Heavy Mother This Time Around LP

This Bloomington outfit features an original member of the GIZMOS and some of the COWBOYS and, if I understand the weird write-up correctly, is a resurrected old band from the ’70s. It’s pretty close to some of the GIZMOS in sound, but leaning more towards the SEEDS and SONICS’ (whom they cover) garage with maybe a little NEW YORK DOLLS or HEARTBREAKERS thrown in, like on “Don’t Talk To Me.” Drinking corn liquor in a field and heading to a roadhouse is the vibe here, and that’s not a bad thing at all. Skip the hangover and pick this up instead.

Heavy Mother Comical Uncertainty cassette

On the heels of their debut album from last year, HEAVY MOTHER drops a hefty slab of scuzzy rock’n’roll that just oozes with mojo. Three originals and three covers spread across twenty-six minutes of rowdy, raunchy garage punk featuring a bona fide all-star cast. Their lead vocalist, Eddie Flowers, was in the GIZMOS, for fuck’s sake! There’s a guest appearance by Craig Bell of ROCKET FROM THE TOMBS! We’re talking a Midwestern proto-punk hall of fame here, not to mention that half the members were in the COWBOYS. I’m often disappointed by these groups that sound so good on paper, yet HEAVY MOTHER exceeds expectations by exacting the sonic punishment their pedigree dictates: perfectly trashy, obnoxious, loud rock’n’roll. From the brilliantly depraved opening track “Friday Night (Blackout!),” to the phenomenal rendition of the VELVET UNDERGROUND’s “Foggy Notion,” HEAVY MOTHER is firing on all cylinders. An indefectibly stripped-down production gives Comical Uncertainty a ’60s-inspired haze, fueled by reverb. Toss DEAD MOON and ELECTRIC EELS into the cauldron along with the aforementioned bands and you’ll get a whiff of what HEAVY MOTHER is cooking up. Spicy!

It Thing Constant State / P.C.H. 7″

Anger and energy-infused female-fronted punk from the island of Tasmania, echoing the spirit of the GITS, BRATMOBILE, and X-RAY SPEX with an angrier Poly Styrene delivering the vocals. The two fast, assertive, and tough tracks will make you want to check out their entire catalog (especially 2021’s stellar full-length Syrup) or dust off your LUNACHICKS CDs from the early ’90s.

Leopardo Malcantone LP

I picture LEOPARDO being some kind of hippy, freeform communal group. Their music is an eclectic collection of styles. There’s the usual instrumentation—guitars, bass, drums—but also banjo, synths, percussion, drum machine. It gives you a feel of people just bringing whatever they want to the group and seeing what happens. Yet, this record still seems cohesive. There’s poppy songs. There’s psychedelic songs. Some are slow. Some are upbeat. It’s a record for listening while lying down.

Lysol Down the Street EP

Straight up-and-down punk rock, a little offbeat, and sounding like it was recorded in a storage unit. LYSOL has that gloomy Pacific NW dirge and nihilism in spades. It’s Kings of Punk for the new young turks sniffin’ glue. I would pay to see them. Maybe break some glass on the stage and see what happens. Keep an eye on these cats.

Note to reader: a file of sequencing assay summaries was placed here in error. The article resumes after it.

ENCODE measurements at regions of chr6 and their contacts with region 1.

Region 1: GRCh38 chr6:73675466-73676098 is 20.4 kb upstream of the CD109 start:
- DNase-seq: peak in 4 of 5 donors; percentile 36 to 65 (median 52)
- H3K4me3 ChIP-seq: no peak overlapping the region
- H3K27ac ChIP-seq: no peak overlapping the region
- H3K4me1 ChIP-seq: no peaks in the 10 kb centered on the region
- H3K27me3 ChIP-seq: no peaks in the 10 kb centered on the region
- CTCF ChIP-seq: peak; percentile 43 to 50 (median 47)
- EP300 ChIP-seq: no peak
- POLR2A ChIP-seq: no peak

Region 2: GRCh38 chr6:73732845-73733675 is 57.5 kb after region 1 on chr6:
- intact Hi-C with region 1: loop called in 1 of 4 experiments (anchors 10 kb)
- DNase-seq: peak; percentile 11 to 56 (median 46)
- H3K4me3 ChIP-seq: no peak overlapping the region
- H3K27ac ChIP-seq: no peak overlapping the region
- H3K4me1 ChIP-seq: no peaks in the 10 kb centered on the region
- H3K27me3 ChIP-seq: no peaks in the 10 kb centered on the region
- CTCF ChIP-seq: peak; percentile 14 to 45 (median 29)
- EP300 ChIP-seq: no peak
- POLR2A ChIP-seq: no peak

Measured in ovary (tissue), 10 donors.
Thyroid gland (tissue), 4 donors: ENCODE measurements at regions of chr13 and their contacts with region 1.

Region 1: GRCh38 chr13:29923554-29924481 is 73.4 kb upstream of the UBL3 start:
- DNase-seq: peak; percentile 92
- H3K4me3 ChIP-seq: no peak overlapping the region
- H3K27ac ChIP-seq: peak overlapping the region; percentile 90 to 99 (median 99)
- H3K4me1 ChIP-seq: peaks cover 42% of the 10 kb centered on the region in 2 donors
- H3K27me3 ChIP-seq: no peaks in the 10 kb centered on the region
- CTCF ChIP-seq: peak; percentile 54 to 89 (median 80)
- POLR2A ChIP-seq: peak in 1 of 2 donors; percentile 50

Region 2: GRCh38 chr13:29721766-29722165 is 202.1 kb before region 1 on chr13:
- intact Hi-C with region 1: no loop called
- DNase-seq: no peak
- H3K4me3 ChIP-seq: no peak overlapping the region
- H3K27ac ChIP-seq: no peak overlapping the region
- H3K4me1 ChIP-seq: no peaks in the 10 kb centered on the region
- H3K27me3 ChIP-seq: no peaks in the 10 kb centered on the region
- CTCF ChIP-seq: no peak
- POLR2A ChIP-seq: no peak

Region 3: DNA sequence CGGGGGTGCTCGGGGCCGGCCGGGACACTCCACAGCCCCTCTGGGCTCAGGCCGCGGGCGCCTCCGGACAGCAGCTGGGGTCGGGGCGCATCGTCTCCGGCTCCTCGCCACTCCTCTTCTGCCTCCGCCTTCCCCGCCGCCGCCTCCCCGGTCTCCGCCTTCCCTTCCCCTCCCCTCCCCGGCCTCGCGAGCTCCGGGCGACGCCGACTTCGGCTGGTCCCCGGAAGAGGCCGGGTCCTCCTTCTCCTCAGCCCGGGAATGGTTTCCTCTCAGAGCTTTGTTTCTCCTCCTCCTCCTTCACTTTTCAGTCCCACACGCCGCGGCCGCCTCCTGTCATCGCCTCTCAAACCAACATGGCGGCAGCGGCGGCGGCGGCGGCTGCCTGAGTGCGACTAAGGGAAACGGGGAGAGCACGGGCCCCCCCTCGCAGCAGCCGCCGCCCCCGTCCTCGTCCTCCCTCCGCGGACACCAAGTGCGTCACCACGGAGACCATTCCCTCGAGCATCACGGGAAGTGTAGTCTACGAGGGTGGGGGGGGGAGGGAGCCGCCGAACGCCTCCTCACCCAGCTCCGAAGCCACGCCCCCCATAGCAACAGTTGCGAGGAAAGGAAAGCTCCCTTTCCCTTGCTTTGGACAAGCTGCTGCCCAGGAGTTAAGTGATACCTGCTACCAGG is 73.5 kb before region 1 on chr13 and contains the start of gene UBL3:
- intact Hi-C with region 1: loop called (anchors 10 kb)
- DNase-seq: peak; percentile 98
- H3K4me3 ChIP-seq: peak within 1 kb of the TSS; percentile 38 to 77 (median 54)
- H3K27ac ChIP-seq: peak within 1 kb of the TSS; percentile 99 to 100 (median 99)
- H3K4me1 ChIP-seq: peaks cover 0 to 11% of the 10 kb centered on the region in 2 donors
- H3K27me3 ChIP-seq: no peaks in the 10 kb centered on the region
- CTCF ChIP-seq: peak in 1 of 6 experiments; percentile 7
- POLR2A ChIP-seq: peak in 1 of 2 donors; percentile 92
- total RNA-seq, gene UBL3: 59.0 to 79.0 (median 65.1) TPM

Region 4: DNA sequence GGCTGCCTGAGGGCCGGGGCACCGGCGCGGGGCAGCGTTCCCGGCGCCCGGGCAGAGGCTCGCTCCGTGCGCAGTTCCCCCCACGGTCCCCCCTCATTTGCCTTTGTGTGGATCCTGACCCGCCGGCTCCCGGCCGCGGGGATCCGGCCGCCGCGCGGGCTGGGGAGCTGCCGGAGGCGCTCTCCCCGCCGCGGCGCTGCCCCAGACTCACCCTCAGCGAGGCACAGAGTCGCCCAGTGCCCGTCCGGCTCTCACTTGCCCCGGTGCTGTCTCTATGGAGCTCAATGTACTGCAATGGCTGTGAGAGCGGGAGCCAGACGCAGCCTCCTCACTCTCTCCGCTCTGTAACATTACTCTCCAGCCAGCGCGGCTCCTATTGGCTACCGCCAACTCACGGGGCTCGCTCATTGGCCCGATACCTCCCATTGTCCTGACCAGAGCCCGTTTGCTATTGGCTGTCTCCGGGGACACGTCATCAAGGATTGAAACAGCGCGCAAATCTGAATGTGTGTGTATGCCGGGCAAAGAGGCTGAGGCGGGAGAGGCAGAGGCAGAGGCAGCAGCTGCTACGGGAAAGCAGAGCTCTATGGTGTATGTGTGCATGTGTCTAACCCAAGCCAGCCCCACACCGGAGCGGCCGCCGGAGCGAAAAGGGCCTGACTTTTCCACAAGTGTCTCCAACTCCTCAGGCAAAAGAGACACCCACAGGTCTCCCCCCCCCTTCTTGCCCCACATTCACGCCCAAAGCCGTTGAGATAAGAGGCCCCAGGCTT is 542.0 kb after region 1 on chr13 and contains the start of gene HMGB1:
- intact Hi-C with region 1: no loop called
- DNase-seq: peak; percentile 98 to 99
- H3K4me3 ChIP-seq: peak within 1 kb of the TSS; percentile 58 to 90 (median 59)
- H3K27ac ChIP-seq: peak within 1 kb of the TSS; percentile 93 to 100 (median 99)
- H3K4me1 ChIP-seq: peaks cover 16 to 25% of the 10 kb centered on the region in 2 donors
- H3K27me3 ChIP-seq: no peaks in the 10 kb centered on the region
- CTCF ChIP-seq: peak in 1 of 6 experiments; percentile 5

Lysol Soup For My Family LP

LYSOL has been unleashing its freak vibe for awhile now, but it’s been a couple years since we last heard the gutter-dancing slop the band traffics in. Soup For My Family comes off like the U-MEN squeezed through a Crypt Records strainer. While foregrounding turbo-charged garage-punk (“C-4,” “Can’t Win”), the quartet finds enough cracks in the sidewalk to maintain their cool and swing like a rock band should. LYSOL is the kind of band that can turn a basement hardcore show into a whiskey-soaked bacchanal. While still outputting tons of wattage, LYSOL sounds kinda raggedy, but in a good way—like all those hangovers were worth it. I can’t imagine the members of MUDHONEY wouldn’t listen to “Glasgow Smile” and break into shit-eating grins. Or you, for that matter.

Man-Eaters Twelve More Observations on Healthy Living LP

Chicago’s bad boys of rock return to slay with their second LP! I don’t know if that’s really accurate, but it starts out this review with a nice bang. Members of CÜLO, TARANTÜLA, etc. give it another go as their hard-rockin’, head-scarf-wearing ’70s cock-rock alter egos. The combination of classic-era hard rock and punk is nothing new these days—bands like JACK SAINTS, FANTASY LANE, MÖWER, and most noticeably ANNIHILATION TIME have tread this well-worn path before. With BLACK FLAG, SAINT VITUS, and the OBSESSED as their godfathers, these Chicago gents do a fine job of dirtheaded guitar worship. It feels like MAN-EATERS are a little more on the tongue-in-cheek parody side of this genre though, and they definitely fall more on the THIN LIZZY side with lots of boogie guitar licks and high struttin’ tude. My complaints here are that the guitar is not loud enough and the effects on the vocals are annoying as fuck. It’s a little too long for my attention span, but the artwork is cool and they’re probably a hoot(?) live. Smoke it…get high.

Man-Eaters Gentle Ballads for the Simple Soul LP